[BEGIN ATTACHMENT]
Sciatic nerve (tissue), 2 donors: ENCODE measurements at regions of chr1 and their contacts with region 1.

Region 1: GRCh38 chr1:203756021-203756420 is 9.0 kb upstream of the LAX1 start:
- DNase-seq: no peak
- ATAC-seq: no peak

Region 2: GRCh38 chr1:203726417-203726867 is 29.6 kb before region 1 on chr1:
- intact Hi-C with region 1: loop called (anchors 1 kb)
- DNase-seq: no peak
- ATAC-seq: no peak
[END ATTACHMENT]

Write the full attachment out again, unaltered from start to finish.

Sciatic nerve (tissue), 2 donors: ENCODE measurements at regions of chr1 and their contacts with region 1.

Region 1: GRCh38 chr1:203756021-203756420 is 9.0 kb upstream of the LAX1 start:
- DNase-seq: no peak
- ATAC-seq: no peak

Region 2: GRCh38 chr1:203726417-203726867 is 29.6 kb before region 1 on chr1:
- intact Hi-C with region 1: loop called (anchors 1 kb)
- DNase-seq: no peak
- ATAC-seq: no peak